Centrally located, Kunstmuseum Stuttgart is a work of art in itself. Its modern cuboid design transforms from a glass hexahedron during the day to reveal a colourful skeletal interior when lit up at night. Opened in 2005, the Kunstmuseum Stuttgart is renowned for its prestigious collection of work by Otto Dix, the famous German artist remembered for his realistic depictions of Weimar society and the brutality of war. The colourful and abstract art of Willi Baumeister and the mixed media work of contemporary artist Dieter Roth are also on display at the Kunstmuseum Stuttgart, along with ever-changing international exhibitions. Don't miss the museum shop and bookshop, or have a light snack at the onsite restaurant.
Opened shortly before the start of the Football World Cup in Germany, the impressive Mercedes-Benz Museum is housed in a slick, contemporary building, an icon of modern architecture. With an exhibition space of almost 182,986 square feet (17,000m/sq), filling seven levels, the museum takes visitors on a chronological journey through the history of the Mercedes automobile, combining world events occurring at the same time as Benz breakthroughs and displaying more than 160 different vehicles from racing cars and concept cars to the pope mobile and airplane engines. Automobile aficionados will be in heaven but even for non-petrol heads there is a lot to see in this world-class museum which covers a lot of interesting history through the lens of the automobile. Visitors take the elevator to the top of the building and then wind their way down chronologically on a spiral until they reach the ground and the present day. There is a museum shop, a restaurant and a cafe/bar to be enjoyed on the premises. An audio guide is available.
Europe's only combined zoological and botanical garden, the Wilhelma Zoo never fails to leave a lasting impression on the hearts and minds of all who explore it. Initially built as a Moorish garden for King Wilhelm I in the 19th century, the beautiful botanical garden is extraordinary all year round. Countless exotic plants, a range of climatic biospheres in magnificent greenhouses, a petting zoo, insect exhibit, aquarium with crocodile hall, modern ape house, bear facilities, walk-in bird flight facility and wild animal enclosures are some of the exhilarating sights to be enjoyed. The Wilhelma Zoo is home to about 8,000 animals, including polar bears and elephants, and 5,000 different species of plants. The gardens are also interspersed with lovely historic buildings. Ideal for children and adults, there are a host of ice cream stands, cafeterias and playgrounds to keep the whole family entertained for the entire day. The covered walkways make it possible to visit even when the weather is bad.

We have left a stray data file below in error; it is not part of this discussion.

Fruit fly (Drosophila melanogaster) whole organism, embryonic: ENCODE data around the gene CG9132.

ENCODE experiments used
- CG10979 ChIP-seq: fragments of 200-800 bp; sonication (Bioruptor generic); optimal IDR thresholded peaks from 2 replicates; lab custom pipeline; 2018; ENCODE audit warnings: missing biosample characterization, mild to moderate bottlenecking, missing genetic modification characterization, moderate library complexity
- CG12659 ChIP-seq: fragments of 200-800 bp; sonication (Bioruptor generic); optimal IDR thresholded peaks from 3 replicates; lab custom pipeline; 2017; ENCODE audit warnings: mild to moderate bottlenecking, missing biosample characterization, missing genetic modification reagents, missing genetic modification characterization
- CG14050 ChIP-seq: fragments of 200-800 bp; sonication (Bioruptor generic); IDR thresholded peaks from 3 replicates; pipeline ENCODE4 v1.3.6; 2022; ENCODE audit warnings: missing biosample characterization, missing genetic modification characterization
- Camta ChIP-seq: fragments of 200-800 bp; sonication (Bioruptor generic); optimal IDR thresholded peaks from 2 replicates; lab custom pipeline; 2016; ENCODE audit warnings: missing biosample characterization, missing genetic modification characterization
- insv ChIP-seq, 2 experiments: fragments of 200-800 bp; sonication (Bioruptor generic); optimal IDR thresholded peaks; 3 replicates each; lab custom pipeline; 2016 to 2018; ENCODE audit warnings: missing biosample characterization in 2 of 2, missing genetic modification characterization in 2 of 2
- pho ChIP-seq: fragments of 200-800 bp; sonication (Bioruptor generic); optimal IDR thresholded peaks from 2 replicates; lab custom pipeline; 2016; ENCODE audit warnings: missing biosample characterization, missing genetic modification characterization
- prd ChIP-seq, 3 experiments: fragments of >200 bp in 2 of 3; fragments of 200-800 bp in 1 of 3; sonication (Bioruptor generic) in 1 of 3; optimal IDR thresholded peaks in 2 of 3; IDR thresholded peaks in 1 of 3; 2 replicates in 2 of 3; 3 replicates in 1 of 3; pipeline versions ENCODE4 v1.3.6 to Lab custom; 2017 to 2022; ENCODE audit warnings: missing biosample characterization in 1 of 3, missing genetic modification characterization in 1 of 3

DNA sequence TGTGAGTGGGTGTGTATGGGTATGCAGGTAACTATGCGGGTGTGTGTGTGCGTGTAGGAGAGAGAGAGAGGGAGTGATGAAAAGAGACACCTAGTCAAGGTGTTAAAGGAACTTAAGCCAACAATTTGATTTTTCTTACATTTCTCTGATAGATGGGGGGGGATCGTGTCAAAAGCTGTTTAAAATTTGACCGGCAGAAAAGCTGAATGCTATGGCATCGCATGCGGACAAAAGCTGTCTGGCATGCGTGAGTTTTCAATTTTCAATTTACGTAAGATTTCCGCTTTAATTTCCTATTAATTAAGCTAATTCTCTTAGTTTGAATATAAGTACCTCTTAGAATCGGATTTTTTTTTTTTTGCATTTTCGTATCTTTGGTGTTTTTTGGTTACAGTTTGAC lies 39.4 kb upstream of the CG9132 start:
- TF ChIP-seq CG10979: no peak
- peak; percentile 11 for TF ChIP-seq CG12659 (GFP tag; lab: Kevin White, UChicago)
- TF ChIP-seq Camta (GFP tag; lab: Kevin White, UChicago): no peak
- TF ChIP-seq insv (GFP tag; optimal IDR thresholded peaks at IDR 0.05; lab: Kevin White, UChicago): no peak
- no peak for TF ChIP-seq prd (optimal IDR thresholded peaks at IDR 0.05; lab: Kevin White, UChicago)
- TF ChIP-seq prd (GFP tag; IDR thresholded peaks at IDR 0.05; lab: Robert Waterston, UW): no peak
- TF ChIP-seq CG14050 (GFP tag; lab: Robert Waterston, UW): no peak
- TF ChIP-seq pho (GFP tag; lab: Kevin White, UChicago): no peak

Sitting on one of the largest mineral water reserves in Europe, the inhabitants of Stuttgart have been enjoying its liquid vitality for more than two millennia and the famous mineral baths of Stuttgart are a major tourist attraction for the city. Nineteen natural springs pump something like 22 million litres of mineral water into Stuttgart on a daily basis so there is no shortage of this resource. Relaxing in a hot, steamy mineral bath is a good way to spend some of your down time and the water is thought to help with skin ailments and respiratory and heart problems; of course, relaxation brings with it a swathe of health benefits as well. Das Leuze, Mineralbad Cannstatt and Mineral Bath Berg all feature hot and cold mineral baths, saunas, hot tubs and swimming pools. Das Leuze is geared toward families with its playground, children's pool and bright colours, while Mineralbad Cannstatt caters more for adults looking for a haven of relaxation. Mineral Bath Berg is a 1950s gem, its iron-rich waters recognised by the state as a 'heilbad' for its medicinal properties.
Be warned that generally the Germans don't see a need for clothing of any kind at these establishments so some nudity should be anticipated.